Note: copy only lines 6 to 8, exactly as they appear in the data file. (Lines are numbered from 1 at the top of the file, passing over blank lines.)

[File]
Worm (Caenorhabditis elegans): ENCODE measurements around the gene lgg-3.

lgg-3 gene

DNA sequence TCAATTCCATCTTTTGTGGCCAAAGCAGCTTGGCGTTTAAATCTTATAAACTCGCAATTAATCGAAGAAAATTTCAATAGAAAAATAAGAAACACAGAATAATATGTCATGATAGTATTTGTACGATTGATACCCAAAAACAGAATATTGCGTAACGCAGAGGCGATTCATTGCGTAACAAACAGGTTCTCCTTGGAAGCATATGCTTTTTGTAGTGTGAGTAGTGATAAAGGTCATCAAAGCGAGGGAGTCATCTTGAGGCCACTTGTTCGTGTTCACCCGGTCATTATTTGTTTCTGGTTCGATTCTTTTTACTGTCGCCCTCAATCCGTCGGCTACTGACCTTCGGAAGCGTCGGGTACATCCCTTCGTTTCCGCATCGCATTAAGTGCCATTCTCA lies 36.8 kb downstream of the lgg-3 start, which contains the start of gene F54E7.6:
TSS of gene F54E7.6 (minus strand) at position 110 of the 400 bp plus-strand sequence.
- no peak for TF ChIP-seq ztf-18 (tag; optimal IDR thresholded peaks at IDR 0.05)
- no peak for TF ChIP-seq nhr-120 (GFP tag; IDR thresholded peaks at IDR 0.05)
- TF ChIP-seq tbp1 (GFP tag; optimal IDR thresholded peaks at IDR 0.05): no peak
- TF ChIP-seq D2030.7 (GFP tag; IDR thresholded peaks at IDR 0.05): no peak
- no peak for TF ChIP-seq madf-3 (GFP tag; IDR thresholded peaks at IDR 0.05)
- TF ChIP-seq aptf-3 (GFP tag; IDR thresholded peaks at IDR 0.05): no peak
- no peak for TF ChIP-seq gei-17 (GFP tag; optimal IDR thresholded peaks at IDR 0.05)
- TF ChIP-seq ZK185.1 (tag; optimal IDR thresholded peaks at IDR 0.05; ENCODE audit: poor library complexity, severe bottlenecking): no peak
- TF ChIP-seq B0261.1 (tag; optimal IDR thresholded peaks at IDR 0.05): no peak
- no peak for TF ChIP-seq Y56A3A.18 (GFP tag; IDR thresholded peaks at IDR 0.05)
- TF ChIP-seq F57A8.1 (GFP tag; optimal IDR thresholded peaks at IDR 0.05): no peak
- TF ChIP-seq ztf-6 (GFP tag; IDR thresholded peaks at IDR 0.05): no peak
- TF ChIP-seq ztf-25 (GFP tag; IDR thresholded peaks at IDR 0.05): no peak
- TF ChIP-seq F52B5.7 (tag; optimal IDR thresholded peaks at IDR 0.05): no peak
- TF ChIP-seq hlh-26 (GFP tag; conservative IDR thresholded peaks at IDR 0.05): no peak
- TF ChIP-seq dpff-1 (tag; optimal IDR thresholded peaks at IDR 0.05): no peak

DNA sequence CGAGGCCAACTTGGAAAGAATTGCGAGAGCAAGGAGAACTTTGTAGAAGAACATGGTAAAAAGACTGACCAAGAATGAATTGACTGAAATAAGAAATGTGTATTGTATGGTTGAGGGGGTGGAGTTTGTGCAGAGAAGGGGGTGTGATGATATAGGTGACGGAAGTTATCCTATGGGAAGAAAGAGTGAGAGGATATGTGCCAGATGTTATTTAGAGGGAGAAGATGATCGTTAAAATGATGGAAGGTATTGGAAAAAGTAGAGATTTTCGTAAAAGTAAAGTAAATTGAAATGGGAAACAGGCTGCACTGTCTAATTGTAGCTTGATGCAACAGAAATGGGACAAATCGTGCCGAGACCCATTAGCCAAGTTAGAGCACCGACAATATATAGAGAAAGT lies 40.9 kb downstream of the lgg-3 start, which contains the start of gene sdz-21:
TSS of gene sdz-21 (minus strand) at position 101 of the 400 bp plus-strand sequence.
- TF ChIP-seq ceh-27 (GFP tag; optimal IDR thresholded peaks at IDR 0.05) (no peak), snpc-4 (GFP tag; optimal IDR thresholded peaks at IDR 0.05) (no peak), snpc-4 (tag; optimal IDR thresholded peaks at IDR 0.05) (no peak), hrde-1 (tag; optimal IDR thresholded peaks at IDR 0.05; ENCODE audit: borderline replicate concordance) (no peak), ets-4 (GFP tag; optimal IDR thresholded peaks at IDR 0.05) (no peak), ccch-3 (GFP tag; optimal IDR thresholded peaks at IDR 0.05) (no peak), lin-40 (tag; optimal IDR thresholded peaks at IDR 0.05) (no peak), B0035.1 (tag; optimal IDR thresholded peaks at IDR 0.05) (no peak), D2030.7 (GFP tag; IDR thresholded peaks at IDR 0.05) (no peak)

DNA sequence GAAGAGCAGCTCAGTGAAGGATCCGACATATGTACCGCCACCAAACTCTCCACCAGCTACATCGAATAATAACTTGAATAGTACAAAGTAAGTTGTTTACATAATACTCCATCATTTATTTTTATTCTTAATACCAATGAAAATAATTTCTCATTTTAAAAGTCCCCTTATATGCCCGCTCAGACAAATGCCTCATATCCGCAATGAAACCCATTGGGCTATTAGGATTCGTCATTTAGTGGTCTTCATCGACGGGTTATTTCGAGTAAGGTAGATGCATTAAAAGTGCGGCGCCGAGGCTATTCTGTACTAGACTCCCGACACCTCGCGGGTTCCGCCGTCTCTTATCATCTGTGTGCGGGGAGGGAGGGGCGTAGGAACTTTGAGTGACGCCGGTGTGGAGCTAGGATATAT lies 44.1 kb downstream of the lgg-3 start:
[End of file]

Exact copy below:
- no peak for TF ChIP-seq nhr-120 (GFP tag; IDR thresholded peaks at IDR 0.05)
- TF ChIP-seq tbp1 (GFP tag; optimal IDR thresholded peaks at IDR 0.05): no peak
- TF ChIP-seq D2030.7 (GFP tag; IDR thresholded peaks at IDR 0.05): no peak